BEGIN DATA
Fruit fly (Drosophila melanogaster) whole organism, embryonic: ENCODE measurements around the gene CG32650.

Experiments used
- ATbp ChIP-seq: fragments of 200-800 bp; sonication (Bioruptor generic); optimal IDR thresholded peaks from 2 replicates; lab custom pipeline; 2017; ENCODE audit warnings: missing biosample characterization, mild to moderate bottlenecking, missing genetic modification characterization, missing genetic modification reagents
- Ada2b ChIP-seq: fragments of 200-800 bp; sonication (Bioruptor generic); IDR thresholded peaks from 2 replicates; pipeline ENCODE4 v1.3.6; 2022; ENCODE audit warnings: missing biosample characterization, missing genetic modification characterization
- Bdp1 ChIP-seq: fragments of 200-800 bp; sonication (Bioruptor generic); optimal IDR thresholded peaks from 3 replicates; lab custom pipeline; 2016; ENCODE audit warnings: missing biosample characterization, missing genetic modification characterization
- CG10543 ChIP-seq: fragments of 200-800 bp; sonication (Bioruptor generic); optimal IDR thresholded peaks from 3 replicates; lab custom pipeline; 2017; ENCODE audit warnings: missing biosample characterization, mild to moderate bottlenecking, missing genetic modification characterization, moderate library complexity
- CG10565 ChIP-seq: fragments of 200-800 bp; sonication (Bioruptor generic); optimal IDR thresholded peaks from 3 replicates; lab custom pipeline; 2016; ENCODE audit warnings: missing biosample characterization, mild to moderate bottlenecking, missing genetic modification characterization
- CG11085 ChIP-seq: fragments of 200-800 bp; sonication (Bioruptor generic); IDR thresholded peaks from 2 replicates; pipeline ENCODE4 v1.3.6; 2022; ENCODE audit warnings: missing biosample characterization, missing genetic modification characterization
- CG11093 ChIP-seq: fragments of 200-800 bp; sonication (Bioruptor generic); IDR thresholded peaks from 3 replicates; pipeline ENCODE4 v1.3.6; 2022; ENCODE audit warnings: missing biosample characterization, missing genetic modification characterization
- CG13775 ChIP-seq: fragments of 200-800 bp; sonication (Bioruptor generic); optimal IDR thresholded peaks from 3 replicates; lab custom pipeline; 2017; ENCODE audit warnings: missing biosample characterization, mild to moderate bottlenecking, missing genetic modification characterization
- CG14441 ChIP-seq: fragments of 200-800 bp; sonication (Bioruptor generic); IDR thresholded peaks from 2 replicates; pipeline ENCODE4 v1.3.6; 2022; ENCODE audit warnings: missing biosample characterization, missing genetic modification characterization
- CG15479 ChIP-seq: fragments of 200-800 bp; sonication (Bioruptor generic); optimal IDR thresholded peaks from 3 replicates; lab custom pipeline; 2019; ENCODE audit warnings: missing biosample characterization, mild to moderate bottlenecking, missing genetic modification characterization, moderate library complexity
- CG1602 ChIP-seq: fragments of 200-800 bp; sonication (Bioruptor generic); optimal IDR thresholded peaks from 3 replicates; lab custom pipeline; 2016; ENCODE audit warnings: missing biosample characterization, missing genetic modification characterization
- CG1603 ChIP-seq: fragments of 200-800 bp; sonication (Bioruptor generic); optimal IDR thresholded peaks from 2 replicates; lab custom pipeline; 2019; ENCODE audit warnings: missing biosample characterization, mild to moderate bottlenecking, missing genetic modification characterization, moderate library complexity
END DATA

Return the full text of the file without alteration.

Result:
Fruit fly (Drosophila melanogaster) whole organism, embryonic: ENCODE measurements around the gene CG32650.

Experiments used
- ATbp ChIP-seq: fragments of 200-800 bp; sonication (Bioruptor generic); optimal IDR thresholded peaks from 2 replicates; lab custom pipeline; 2017; ENCODE audit warnings: missing biosample characterization, mild to moderate bottlenecking, missing genetic modification characterization, missing genetic modification reagents
- Ada2b ChIP-seq: fragments of 200-800 bp; sonication (Bioruptor generic); IDR thresholded peaks from 2 replicates; pipeline ENCODE4 v1.3.6; 2022; ENCODE audit warnings: missing biosample characterization, missing genetic modification characterization
- Bdp1 ChIP-seq: fragments of 200-800 bp; sonication (Bioruptor generic); optimal IDR thresholded peaks from 3 replicates; lab custom pipeline; 2016; ENCODE audit warnings: missing biosample characterization, missing genetic modification characterization
- CG10543 ChIP-seq: fragments of 200-800 bp; sonication (Bioruptor generic); optimal IDR thresholded peaks from 3 replicates; lab custom pipeline; 2017; ENCODE audit warnings: missing biosample characterization, mild to moderate bottlenecking, missing genetic modification characterization, moderate library complexity
- CG10565 ChIP-seq: fragments of 200-800 bp; sonication (Bioruptor generic); optimal IDR thresholded peaks from 3 replicates; lab custom pipeline; 2016; ENCODE audit warnings: missing biosample characterization, mild to moderate bottlenecking, missing genetic modification characterization
- CG11085 ChIP-seq: fragments of 200-800 bp; sonication (Bioruptor generic); IDR thresholded peaks from 2 replicates; pipeline ENCODE4 v1.3.6; 2022; ENCODE audit warnings: missing biosample characterization, missing genetic modification characterization
- CG11093 ChIP-seq: fragments of 200-800 bp; sonication (Bioruptor generic); IDR thresholded peaks from 3 replicates; pipeline ENCODE4 v1.3.6; 2022; ENCODE audit warnings: missing biosample characterization, missing genetic modification characterization
- CG13775 ChIP-seq: fragments of 200-800 bp; sonication (Bioruptor generic); optimal IDR thresholded peaks from 3 replicates; lab custom pipeline; 2017; ENCODE audit warnings: missing biosample characterization, mild to moderate bottlenecking, missing genetic modification characterization
- CG14441 ChIP-seq: fragments of 200-800 bp; sonication (Bioruptor generic); IDR thresholded peaks from 2 replicates; pipeline ENCODE4 v1.3.6; 2022; ENCODE audit warnings: missing biosample characterization, missing genetic modification characterization
- CG15479 ChIP-seq: fragments of 200-800 bp; sonication (Bioruptor generic); optimal IDR thresholded peaks from 3 replicates; lab custom pipeline; 2019; ENCODE audit warnings: missing biosample characterization, mild to moderate bottlenecking, missing genetic modification characterization, moderate library complexity
- CG1602 ChIP-seq: fragments of 200-800 bp; sonication (Bioruptor generic); optimal IDR thresholded peaks from 3 replicates; lab custom pipeline; 2016; ENCODE audit warnings: missing biosample characterization, missing genetic modification characterization
- CG1603 ChIP-seq: fragments of 200-800 bp; sonication (Bioruptor generic); optimal IDR thresholded peaks from 2 replicates; lab custom pipeline; 2019; ENCODE audit warnings: missing biosample characterization, mild to moderate bottlenecking, missing genetic modification characterization, moderate library complexity